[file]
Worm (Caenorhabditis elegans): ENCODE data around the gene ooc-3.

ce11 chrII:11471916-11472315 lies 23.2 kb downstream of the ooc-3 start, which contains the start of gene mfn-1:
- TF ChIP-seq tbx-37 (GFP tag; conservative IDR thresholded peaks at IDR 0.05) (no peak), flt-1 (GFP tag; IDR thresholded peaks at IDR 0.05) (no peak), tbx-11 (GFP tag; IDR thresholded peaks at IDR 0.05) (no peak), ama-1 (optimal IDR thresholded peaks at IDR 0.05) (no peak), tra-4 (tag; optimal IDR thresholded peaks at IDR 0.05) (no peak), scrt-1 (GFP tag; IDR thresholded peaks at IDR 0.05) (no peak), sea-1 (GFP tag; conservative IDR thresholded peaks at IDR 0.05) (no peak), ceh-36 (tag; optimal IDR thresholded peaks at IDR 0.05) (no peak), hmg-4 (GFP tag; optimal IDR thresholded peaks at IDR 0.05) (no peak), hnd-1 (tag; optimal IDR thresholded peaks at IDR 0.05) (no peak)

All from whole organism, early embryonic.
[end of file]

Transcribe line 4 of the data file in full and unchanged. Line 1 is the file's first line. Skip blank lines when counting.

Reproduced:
All from whole organism, early embryonic.